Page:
TO THE QUEEN.
Most Excellent Sovereign,
This Book affords not much Variety in the Business and Adventures of War. The Language is changed, and Peace now is become the Word in Fashion.
Our Neighbour, for so many Generations call'd our Adversary of France, now in this Your Twelfth Volume is our most dear Cousin of France, or Lewis of France our most dear Cousin.
Twice indeed Armies are Rais'd, and we find on the Muster Roll Archers on Horse-back, Archers on Foot, Bills, Halbards, Demi-Lances, Spears, and Men of Arms with their Custrells.
These are carried into France: But no Fighting.
They bring home French Gold; so many Hundred Thousand Scutes, which was Money in those Days, decide the Controversy, and make an end of the Qnarrel.
Lewis the Eleventh, that Wise Prince, struck the Bargain with our King Edward IV. And the Bargain was Renewed, the Payments continued, and the Arrearages Accounted for by him during Life, by his Son Charles the Eighth, and by their Successors, with our King Henry VII. Your Majesty's most Noble Progenitor.
But this Reign, beside the old Trade of War, was more especially distinguished on account of Adventures of quite another nature; Now it is that new Schemes of Navigation are devis'd, new Searches made, new Land, new Seas, another World, another Indies are found out, till then not known nor before discovered to Mankind that Inhabit on this side the Globe.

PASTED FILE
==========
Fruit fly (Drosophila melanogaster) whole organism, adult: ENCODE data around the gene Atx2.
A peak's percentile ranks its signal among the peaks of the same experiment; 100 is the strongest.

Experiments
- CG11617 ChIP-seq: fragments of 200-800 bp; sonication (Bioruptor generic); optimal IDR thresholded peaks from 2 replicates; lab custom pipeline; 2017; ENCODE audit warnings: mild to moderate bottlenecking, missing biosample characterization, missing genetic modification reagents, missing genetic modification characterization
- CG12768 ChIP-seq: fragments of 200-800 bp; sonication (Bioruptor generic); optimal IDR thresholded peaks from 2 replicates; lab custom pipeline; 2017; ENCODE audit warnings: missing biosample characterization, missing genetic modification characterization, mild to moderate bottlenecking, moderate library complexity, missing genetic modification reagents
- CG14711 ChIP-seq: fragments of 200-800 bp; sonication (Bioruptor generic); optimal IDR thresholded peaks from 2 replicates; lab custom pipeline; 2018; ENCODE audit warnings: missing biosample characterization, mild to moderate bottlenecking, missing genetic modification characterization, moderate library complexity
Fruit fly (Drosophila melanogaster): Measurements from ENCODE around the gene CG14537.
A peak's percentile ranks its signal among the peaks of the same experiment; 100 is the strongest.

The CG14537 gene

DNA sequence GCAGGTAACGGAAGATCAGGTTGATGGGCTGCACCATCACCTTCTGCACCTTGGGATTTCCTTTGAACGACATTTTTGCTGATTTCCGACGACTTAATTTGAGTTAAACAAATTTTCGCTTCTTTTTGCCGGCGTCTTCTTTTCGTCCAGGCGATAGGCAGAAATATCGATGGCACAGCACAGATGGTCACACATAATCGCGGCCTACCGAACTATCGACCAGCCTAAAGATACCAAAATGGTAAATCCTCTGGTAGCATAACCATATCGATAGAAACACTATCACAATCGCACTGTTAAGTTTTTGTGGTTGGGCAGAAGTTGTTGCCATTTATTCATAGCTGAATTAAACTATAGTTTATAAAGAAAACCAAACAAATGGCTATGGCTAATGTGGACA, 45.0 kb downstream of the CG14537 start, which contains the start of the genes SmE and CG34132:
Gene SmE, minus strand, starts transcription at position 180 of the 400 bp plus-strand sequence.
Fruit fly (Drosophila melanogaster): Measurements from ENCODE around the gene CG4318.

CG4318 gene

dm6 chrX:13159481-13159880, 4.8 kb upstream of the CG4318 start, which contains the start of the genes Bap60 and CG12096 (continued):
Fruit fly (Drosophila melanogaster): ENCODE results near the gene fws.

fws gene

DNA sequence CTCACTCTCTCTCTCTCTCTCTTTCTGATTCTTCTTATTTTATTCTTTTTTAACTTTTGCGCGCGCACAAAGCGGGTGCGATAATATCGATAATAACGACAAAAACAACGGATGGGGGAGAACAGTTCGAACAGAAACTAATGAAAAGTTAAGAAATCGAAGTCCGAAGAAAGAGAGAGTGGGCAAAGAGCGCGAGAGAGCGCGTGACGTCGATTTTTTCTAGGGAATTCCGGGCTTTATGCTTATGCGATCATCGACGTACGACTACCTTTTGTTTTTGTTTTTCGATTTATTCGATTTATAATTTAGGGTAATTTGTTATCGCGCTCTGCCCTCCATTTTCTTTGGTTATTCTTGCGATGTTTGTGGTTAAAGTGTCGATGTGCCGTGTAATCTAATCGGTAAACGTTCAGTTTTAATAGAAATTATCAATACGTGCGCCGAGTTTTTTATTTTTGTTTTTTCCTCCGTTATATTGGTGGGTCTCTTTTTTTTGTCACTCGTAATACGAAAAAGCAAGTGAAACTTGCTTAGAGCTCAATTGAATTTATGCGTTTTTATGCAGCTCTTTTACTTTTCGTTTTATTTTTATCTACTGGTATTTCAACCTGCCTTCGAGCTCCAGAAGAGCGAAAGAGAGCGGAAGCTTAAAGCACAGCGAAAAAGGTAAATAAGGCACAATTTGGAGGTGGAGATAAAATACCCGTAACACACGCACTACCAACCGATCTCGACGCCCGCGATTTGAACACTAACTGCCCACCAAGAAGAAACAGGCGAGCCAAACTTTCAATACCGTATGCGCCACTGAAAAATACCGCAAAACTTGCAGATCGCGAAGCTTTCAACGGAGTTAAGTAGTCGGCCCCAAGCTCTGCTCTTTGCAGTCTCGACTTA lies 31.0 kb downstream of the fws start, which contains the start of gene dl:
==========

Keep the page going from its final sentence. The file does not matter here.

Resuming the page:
Thus Traffick and Commerce had a new Countenance, and the Northern America successfully cultivated by our Merchants and Planters ever since, down to our Times: But the Mar del Zur was not yet rendred English; The South Sea Navigation, Discoveries and Trade, seem as a particular Blessing by the Divine Providence reserv'd for Your Majesty's most Auspicious Reign, that with the Benefits of Civil Life our true Religion might be Communicated and Carried to the Extremities of the Earth; And the Light of the Holy Gospel shine forth in the most Remote and Darkest Regions.
This Book, Most Gracious Sovereign, ends with a Treaty, of all Treaties the most Memorable and most Important; the Effects of which make the Ornament and Security, the Joy and Felicity of these our Times; for the which, Your Kingdoms and even all Europe at this Day have cause to bless God; I mean the Marriage Treaty of Your most Noble Progenitors, Margaret of England with James the Fourth of Scotland, from which Your most Sacred Person is Descended to the Imperial Seat, and so happily fill the Throne of Great Britain at this Day.
Whereon that God long continue Your most Glorious Reign, is the Prayer of all good People and
Most Devoted Servant,